JACKSON TWP. — There are smoother days ahead for motorists Chase Road, according to Luzerne County Engineer Lawrence Plesh.
A mile section of the road is one of the Back Mountain’s trouble spots as it is riddled with potholes and patches. Winter’s extreme temperature fluctuation and precipitation caused more road cracks to appear and develop into craters.
“The condition of Chase Road is terrible,” said Tom Zimmerman, owner of Zimmerman’s Collision Service on Chase Road. “They have been talking about paving it for the past 20 years.”
Plesh said the county-owned section of Chase Road, between Hillside and Huntsville roads, is targeted for repaving this year. The project will be reviewed by both the Pennsylvania Department of Transportation and Luzerne County on April 5, Plesh said.
“We are planning to advertise for (project) bids the first week of June,” Plesh said, adding bids are tentatively scheduled to be opened in July with road resurfacing expected in September.
PennDOT will fund the majority of the $1.5 million project with the county providing a five to 10 percent match, Plesh said.
This winter, the potholes on Chase Road reached a point of such severity that PennDOT installed yellow caution signs stating “Rough Road” to warn motorists of the street’s deteriorating condition.
Zimmerman, who operated his business for over 40 years along the trouble spot on Chase Road, said this winter took a toll on the road.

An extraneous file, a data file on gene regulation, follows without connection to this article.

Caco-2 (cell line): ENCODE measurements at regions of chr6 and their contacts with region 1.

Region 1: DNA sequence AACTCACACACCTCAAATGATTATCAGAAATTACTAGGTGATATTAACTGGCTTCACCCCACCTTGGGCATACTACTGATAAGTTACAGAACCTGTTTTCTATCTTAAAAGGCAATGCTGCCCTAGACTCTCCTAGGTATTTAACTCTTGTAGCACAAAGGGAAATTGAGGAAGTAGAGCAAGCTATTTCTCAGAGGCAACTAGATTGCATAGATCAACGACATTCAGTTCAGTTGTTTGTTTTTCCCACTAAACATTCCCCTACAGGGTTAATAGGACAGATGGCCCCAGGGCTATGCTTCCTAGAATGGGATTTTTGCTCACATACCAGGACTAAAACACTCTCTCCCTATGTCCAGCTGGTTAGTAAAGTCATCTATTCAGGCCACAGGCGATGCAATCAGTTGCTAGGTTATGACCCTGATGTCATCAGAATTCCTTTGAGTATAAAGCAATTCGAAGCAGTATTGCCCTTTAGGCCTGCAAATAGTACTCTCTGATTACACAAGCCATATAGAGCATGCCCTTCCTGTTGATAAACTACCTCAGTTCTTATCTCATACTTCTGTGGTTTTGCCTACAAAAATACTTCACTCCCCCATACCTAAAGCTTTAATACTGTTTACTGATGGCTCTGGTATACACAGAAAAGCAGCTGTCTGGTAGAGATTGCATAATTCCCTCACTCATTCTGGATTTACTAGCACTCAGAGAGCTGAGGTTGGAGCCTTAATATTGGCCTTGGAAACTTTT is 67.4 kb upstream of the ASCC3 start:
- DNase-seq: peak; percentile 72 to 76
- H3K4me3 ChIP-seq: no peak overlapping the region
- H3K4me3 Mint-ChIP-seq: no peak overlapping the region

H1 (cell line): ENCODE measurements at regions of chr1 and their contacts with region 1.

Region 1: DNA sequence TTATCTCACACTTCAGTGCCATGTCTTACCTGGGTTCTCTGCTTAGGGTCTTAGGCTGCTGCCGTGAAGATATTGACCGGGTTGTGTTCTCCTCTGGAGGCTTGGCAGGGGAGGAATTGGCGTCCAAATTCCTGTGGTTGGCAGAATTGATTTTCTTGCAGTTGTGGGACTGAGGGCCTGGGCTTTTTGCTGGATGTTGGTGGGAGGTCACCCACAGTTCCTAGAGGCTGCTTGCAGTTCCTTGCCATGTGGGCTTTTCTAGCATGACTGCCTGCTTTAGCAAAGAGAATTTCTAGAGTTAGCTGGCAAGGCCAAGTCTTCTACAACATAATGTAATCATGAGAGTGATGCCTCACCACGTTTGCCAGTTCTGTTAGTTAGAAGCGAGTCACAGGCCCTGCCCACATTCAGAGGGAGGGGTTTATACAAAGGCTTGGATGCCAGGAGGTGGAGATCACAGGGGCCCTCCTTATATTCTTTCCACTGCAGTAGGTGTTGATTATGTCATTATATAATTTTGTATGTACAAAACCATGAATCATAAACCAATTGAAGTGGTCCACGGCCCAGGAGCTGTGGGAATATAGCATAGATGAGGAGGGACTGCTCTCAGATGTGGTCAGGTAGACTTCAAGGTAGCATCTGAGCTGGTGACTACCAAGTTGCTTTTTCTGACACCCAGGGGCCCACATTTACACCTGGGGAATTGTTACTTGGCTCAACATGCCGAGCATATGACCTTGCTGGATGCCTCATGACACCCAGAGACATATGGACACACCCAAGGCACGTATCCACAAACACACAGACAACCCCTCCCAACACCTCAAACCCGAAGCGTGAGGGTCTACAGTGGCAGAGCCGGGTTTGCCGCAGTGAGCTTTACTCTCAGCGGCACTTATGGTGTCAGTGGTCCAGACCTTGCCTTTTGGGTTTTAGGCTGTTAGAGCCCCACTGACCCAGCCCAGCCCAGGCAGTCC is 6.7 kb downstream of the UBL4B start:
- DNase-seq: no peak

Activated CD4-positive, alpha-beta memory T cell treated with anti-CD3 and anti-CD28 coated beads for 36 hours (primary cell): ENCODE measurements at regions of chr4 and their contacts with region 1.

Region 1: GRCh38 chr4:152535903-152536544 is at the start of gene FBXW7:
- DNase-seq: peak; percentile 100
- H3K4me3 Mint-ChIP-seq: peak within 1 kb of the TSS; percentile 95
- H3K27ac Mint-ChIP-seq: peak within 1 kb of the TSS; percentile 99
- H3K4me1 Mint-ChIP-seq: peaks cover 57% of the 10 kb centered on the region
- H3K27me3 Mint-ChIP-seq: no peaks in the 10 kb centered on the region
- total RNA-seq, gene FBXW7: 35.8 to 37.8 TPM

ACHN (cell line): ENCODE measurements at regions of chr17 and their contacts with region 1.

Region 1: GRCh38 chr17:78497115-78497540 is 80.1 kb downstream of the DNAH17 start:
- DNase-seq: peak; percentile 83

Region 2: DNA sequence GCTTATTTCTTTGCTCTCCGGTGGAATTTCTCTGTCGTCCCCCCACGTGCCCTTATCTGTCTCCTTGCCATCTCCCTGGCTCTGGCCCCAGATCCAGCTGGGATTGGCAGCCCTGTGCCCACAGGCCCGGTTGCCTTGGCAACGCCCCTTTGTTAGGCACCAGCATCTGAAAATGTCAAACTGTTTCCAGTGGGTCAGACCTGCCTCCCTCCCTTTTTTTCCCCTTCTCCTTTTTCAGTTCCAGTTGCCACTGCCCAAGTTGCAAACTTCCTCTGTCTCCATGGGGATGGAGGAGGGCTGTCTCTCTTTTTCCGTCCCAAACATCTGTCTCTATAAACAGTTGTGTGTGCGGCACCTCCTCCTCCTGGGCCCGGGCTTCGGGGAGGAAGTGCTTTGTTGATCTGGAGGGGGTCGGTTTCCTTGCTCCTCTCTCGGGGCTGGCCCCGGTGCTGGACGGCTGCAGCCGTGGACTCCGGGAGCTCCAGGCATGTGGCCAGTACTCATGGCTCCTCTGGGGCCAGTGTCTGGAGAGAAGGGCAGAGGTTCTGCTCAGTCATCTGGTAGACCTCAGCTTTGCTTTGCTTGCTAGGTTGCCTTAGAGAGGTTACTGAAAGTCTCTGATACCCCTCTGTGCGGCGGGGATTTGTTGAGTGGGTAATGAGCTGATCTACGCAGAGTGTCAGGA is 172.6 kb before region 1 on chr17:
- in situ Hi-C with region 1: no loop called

“If you notice the worst parts of the road are where the trees shade it,” he said, adding snow and ice seeps into cracks in the road, refreezes and expands because the sun cannot dry up the moisture.
“I think the road is worn out,” Zimmerman said. “The asphalt is very thin.”
Luzerne County started the process to repair Chase Road last year when two culverts that run under the road were replaced. One culvert accommodates Brown Creek and the second is for stormwater management, Plesh said.
Also, the county is seeking easements from residents along Chase Road for swale construction that will aid in stormwater management.
The easements are collected, Plesh said.
Zimmerman noticed last week many of the potholes were being filled with cold-patch, recycled asphalt compacted into potholes and cracks in the road.
Both Zimmerman and Plesh know cold-patching is a temporary solution to the pothole problems.
“We need to get out of this weather cycle for the hot asphalt plants to open,” Plesh said.
Luzerne County also has plans to mill and repave sections of Hillside Road in Jackson Township and Main Road in Sweet Valley this year, Plesh said.
Reach Eileen Godin at 570-991-6387 or on Twitter @TLNews.